Road closures and business support
- Credit: PA WIRE
Rethink road closure plan
S A Goodchild, Craven Park Road, Harlesden, writes:
It has come to my notice that Brent Council are proposing to close half a dozen roads all within the Roundwood Park Estate area, an area of about a square mile. They are proposing to close Crownhall Road at the junction of of Harlesden Gardens.
It is bad enough at present during the school road closure times, but not content with this, the council wants to make these closures 24/7 (all day and all night long). The Convent has two or three car parks within their grounds for clergy, teachers and staff.
The Keble School authorities allows some cars to be in their grounds also, and likewise Maple Walk school has some teachers/staff arriving by car. All these teachers and staff, together with Crownhall Road resident motorists, will be compelled to leave via St John’s Avenue or Burn’s Road, and if they want to want to go Wembley or Neasden, their simplest route is to go down through Fawcett Road (and Oldfield Road for Neasden and Church Road market) or Fortunegate Road for Wembley and enter the main road via St Thomas’ Road and the Odeon Court lay-by.
You may also want to watch:
Now, the council, not content with this, are putting up closure notices in Fawcett Road, boxing motorists in from the southern part of the Roundwood Road estate from the northern part, making motorists enter the main road by Charlton Road or at the St Mary’s Road traffic lights. However, these traffic lights only have a green arrow, thus forcing motorists to turn left and proceed back into Manor Park Road making them go back and beyond Crownhill Road where they first started from, polluting further the Keble School playing field, which is one of the most polluted school playgrounds in the London area, before adding to the long Wembley queue of traffic at Tavistock Road, making the Craven Park traffic situation even worse than it is already.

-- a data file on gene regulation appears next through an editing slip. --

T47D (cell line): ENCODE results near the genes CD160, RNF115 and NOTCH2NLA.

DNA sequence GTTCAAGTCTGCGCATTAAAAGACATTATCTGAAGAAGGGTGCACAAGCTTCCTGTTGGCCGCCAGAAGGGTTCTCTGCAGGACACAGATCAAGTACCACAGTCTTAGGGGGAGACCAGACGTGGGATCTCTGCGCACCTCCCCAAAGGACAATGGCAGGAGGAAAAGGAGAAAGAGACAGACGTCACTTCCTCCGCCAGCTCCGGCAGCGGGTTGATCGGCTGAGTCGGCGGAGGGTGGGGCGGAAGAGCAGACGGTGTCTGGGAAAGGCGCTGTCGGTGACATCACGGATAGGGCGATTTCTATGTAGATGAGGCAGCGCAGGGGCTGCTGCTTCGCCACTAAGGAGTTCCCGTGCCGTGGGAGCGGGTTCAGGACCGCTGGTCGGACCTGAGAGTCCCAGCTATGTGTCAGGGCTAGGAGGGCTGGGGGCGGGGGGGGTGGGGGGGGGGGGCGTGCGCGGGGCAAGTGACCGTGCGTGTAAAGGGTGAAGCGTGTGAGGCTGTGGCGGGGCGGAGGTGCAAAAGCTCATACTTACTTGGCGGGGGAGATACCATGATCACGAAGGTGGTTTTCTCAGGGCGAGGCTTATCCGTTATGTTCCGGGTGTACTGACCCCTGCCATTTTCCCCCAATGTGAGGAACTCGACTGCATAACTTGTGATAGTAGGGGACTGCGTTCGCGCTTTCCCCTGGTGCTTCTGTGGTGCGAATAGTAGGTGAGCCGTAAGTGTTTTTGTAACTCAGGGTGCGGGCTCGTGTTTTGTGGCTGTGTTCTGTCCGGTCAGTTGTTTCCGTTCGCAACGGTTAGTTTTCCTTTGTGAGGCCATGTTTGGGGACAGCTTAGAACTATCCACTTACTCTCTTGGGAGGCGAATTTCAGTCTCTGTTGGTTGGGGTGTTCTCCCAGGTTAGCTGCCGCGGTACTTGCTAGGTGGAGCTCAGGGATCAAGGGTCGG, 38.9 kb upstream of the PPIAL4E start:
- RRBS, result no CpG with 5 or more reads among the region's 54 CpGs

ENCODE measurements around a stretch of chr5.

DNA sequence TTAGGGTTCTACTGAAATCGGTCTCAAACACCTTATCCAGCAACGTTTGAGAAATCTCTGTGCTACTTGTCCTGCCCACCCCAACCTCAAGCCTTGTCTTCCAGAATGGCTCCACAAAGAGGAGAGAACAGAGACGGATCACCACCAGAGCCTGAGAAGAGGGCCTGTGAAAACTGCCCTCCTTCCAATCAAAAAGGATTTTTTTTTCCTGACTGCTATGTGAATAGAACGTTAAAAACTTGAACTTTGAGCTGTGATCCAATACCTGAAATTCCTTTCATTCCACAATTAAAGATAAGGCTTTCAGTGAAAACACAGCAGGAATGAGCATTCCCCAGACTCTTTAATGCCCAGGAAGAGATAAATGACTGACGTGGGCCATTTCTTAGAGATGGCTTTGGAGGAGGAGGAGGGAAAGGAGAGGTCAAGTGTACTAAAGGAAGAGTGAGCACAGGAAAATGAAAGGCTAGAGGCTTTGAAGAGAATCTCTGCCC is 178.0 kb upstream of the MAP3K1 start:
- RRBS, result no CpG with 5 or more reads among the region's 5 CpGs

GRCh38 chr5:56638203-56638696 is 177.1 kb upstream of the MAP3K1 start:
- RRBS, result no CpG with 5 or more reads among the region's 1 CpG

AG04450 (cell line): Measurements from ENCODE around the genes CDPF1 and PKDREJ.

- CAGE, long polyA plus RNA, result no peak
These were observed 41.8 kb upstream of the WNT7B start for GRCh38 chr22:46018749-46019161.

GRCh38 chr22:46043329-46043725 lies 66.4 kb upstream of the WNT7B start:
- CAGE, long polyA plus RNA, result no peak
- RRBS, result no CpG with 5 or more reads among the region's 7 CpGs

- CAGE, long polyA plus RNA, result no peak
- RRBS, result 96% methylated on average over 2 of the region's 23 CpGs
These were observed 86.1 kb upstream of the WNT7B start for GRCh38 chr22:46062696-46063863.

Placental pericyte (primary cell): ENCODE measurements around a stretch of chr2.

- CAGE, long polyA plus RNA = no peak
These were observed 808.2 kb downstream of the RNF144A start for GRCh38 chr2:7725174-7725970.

The situation at Craven Park is ridiculous. Every Monday to Friday the main road starts jamming up at Craven Park from 3.30pm and by 4.30pm it is quite common to have one complete traffic jam all down Stonebridge Hillside, sometimes right to the North Circular Road.
- 1 Prospect House eviction: Families struggle to move out
- 2 Harlesden couple launch mobile musical funerals during Covid
- 3 Olympic Steps to Wembley Stadium unveiled
- 4 Vaccine bus launched in Brent to increase take up
- 5 Willesden residents say 'no' to new betting shop
- 6 Female-only massage clinic opens in Harlesden
- 7 Social enterprise boutique gym opening in Queen's Park on May 17
- 8 Mixed feelings for residents and workers as crowds return to Wembley
- 9 Reward offered after drone stolen in Wembley
- 10 Drekwon Patterson killing: Five men arrested in dawn raids
These secondary routes from St John’s Avenue and Oldfield Road and also Longstone Avenue and Roundwood Road routes to Church Road and Neasden are relief roads at present and are a life-line to the area.
Before you close any of the roads in the Roundwood Park area, sort the traffic out first at Craven Park and not make it worse than it already is.
Dulcie Joseph, chair, Harlesden Businesses Association, writes:
On behalf of members of Harlesden Businesses Association I would like to thank the leader of Brent Council, councillors and officers of Brent Council for all the support given to local businesses since life for all was put under immense pressures due to the Covid-19 pandemic.
Sadly, many businesses in Harlesden which re- open when restrictions are lifted will face financial challenges. Many may not re-open. Nonetheless, businesses in Brent are being offered support from the council that other boroughs do not provide. As a business community we will work in partnership with the council and the local community to ensure that local businesses survive.
Brent Council and the wider community , over the years, have survived many challenges and we can do it again if only we all do whatever we are able to in order to support the council, the police, local NHS and the wider community.
Since the pandemic, local voluntary groups have played an excellent part in attempting to meet the needs of the most vulnerable in our community and they deserve our gratitude. We are indeed a unique community.
Also, to VEOLIA, thank you for keeping our borough clean before, during and after ‘lock down’.